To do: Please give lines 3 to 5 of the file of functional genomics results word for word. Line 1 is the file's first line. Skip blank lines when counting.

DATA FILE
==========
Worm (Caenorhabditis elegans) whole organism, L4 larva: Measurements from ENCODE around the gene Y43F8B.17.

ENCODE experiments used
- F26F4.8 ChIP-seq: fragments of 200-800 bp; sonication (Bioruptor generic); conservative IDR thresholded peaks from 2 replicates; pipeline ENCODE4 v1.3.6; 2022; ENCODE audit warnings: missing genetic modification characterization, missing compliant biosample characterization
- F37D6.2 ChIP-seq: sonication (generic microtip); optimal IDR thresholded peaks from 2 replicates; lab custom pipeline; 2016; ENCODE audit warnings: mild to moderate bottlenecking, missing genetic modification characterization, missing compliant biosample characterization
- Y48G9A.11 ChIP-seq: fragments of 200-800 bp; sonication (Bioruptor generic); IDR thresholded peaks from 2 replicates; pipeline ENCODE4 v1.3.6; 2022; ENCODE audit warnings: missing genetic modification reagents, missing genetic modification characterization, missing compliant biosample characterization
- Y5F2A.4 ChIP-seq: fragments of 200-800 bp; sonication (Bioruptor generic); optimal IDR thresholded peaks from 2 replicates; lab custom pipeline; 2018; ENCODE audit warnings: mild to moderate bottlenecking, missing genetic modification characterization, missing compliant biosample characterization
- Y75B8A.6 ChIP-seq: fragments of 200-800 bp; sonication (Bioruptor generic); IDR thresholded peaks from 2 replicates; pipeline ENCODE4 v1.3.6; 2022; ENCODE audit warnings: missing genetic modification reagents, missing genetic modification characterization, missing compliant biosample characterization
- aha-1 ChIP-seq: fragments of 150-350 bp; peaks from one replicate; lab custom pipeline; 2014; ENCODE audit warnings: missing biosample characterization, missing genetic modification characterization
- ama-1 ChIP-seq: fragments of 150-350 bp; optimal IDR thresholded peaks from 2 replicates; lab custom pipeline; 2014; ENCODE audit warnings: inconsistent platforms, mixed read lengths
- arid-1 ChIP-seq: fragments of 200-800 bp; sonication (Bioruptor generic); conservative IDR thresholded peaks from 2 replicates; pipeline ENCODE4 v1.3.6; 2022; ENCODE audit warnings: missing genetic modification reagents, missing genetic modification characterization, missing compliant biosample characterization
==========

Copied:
- F26F4.8 ChIP-seq: fragments of 200-800 bp; sonication (Bioruptor generic); conservative IDR thresholded peaks from 2 replicates; pipeline ENCODE4 v1.3.6; 2022; ENCODE audit warnings: missing genetic modification characterization, missing compliant biosample characterization
- F37D6.2 ChIP-seq: sonication (generic microtip); optimal IDR thresholded peaks from 2 replicates; lab custom pipeline; 2016; ENCODE audit warnings: mild to moderate bottlenecking, missing genetic modification characterization, missing compliant biosample characterization
- Y48G9A.11 ChIP-seq: fragments of 200-800 bp; sonication (Bioruptor generic); IDR thresholded peaks from 2 replicates; pipeline ENCODE4 v1.3.6; 2022; ENCODE audit warnings: missing genetic modification reagents, missing genetic modification characterization, missing compliant biosample characterization